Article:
A Wild Sheep Chase | Criticism

This literature criticism consists of approximately 18 pages of analysis & critique of A Wild Sheep Chase.
This section contains 4,961 words
(approx. 17 pages at 300 words per page)
Buy the Critical Essay by Yoshio Iwamoto

SOURCE: “A Voice from Postmodern Japan: Haruki Murakami,” in World Literature Today, Vol. 67, No. 2, Spring, 1993, pp. 295–300.

In the following essay, Iwamoto identifies the distinctly postmodern qualities of Murakami's fiction, focusing on A Wild Sheep Chase.

Forget everything you know about Japan and enter the postmodern world of Haruki Murakami's A Wild Sheep Chase, where people sweat about their careers, drink too much, and drift through broken marriages, all without a kimono in sight.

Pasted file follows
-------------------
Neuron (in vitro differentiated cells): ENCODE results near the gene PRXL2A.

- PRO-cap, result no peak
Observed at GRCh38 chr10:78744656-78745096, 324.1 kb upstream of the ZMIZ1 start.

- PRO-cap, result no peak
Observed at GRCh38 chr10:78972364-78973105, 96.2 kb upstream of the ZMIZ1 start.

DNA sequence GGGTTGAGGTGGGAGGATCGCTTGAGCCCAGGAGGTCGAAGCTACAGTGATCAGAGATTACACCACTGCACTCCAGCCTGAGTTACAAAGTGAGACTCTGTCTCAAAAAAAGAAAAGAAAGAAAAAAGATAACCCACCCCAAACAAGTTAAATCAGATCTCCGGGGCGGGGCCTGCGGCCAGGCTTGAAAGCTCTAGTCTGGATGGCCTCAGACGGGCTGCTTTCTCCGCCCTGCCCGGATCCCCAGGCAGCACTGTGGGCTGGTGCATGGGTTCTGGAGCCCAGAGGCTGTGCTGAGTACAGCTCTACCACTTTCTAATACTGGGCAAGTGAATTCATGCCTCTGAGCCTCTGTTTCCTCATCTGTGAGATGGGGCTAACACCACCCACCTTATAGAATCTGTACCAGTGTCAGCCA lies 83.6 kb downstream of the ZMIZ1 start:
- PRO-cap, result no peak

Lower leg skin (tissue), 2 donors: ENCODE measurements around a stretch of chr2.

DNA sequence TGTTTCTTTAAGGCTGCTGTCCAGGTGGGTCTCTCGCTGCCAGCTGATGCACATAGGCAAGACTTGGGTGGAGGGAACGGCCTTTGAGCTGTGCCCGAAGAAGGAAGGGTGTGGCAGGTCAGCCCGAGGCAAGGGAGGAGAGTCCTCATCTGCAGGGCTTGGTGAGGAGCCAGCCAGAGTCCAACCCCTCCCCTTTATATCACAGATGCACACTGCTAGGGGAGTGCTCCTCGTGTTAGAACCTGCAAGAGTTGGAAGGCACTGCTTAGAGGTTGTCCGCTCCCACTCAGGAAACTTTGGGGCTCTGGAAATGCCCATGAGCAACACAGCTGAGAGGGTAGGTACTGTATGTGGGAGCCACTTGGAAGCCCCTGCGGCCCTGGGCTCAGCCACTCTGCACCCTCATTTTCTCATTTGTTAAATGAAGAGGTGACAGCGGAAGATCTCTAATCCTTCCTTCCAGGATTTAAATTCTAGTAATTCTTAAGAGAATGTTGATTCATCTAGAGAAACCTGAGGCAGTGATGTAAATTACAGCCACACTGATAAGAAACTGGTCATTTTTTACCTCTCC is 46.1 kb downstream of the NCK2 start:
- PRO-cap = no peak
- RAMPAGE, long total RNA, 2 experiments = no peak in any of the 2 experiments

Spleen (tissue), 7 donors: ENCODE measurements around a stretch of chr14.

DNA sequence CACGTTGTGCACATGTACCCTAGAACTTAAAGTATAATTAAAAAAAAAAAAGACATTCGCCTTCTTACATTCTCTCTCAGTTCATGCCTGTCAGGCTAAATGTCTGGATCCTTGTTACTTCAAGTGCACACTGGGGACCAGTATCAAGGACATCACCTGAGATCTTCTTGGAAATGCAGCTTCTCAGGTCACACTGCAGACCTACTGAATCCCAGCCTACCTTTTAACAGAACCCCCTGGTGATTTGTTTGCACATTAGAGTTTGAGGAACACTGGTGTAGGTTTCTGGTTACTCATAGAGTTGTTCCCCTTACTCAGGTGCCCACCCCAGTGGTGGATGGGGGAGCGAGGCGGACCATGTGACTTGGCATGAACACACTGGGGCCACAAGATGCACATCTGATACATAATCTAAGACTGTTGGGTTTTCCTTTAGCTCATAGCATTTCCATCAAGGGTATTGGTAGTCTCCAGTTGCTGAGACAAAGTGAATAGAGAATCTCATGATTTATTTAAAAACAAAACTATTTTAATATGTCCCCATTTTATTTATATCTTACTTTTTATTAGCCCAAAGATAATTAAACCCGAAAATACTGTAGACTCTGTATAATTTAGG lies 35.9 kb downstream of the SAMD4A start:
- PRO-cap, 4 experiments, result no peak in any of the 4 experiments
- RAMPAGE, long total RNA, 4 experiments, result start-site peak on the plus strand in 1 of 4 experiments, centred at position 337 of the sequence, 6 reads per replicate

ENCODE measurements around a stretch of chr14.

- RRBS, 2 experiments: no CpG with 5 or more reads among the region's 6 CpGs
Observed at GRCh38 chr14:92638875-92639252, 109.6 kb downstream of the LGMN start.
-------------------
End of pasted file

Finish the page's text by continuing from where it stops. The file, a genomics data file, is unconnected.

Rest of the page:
A postmodern detective novel in which dreams, hallucinations and a wild imagination are more important than actual clues.

As these two quotes—appearing on the back cover and front page of the paperback edition of A Wild Sheep Chase,1 the English translation of Haruki Murakami's novel Hitsuji o megaru bōken (1982)—might suggest, the author, perhaps the most popular and widely read, if not the most highly respected, among the current crop of the more...

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This section contains 4,961 words
(approx. 17 pages at 300 words per page)
Buy the Critical Essay by Yoshio Iwamoto
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Critical Essay by Yoshio Iwamoto from Gale. ©2005-2006 Thomson Gale, a part of the Thomson Corporation. All rights reserved.
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